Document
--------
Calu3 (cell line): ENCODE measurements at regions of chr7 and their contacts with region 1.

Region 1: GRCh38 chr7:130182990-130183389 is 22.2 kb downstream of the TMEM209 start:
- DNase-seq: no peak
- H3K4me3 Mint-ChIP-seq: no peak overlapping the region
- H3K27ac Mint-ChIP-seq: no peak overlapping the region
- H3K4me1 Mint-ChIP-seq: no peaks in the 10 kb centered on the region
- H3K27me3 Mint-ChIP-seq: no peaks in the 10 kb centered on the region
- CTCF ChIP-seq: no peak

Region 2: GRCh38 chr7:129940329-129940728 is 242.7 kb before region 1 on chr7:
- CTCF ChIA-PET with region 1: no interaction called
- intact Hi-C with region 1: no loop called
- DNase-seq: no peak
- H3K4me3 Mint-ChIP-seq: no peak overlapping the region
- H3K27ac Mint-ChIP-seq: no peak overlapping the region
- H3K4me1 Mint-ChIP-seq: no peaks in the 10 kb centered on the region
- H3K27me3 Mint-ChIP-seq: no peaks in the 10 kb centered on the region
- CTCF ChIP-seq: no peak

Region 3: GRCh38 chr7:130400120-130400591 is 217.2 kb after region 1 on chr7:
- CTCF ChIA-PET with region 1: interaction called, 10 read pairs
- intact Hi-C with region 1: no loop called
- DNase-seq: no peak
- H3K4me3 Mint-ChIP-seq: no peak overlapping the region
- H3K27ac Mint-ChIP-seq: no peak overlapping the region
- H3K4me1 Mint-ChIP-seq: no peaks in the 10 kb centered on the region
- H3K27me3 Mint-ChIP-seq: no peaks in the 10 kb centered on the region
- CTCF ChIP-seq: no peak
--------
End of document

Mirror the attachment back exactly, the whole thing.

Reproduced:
Calu3 (cell line): ENCODE measurements at regions of chr7 and their contacts with region 1.

Region 1: GRCh38 chr7:130182990-130183389 is 22.2 kb downstream of the TMEM209 start:
- DNase-seq: no peak
- H3K4me3 Mint-ChIP-seq: no peak overlapping the region
- H3K27ac Mint-ChIP-seq: no peak overlapping the region
- H3K4me1 Mint-ChIP-seq: no peaks in the 10 kb centered on the region
- H3K27me3 Mint-ChIP-seq: no peaks in the 10 kb centered on the region
- CTCF ChIP-seq: no peak

Region 2: GRCh38 chr7:129940329-129940728 is 242.7 kb before region 1 on chr7:
- CTCF ChIA-PET with region 1: no interaction called
- intact Hi-C with region 1: no loop called
- DNase-seq: no peak
- H3K4me3 Mint-ChIP-seq: no peak overlapping the region
- H3K27ac Mint-ChIP-seq: no peak overlapping the region
- H3K4me1 Mint-ChIP-seq: no peaks in the 10 kb centered on the region
- H3K27me3 Mint-ChIP-seq: no peaks in the 10 kb centered on the region
- CTCF ChIP-seq: no peak

Region 3: GRCh38 chr7:130400120-130400591 is 217.2 kb after region 1 on chr7:
- CTCF ChIA-PET with region 1: interaction called, 10 read pairs
- intact Hi-C with region 1: no loop called
- DNase-seq: no peak
- H3K4me3 Mint-ChIP-seq: no peak overlapping the region
- H3K27ac Mint-ChIP-seq: no peak overlapping the region
- H3K4me1 Mint-ChIP-seq: no peaks in the 10 kb centered on the region
- H3K27me3 Mint-ChIP-seq: no peaks in the 10 kb centered on the region
- CTCF ChIP-seq: no peak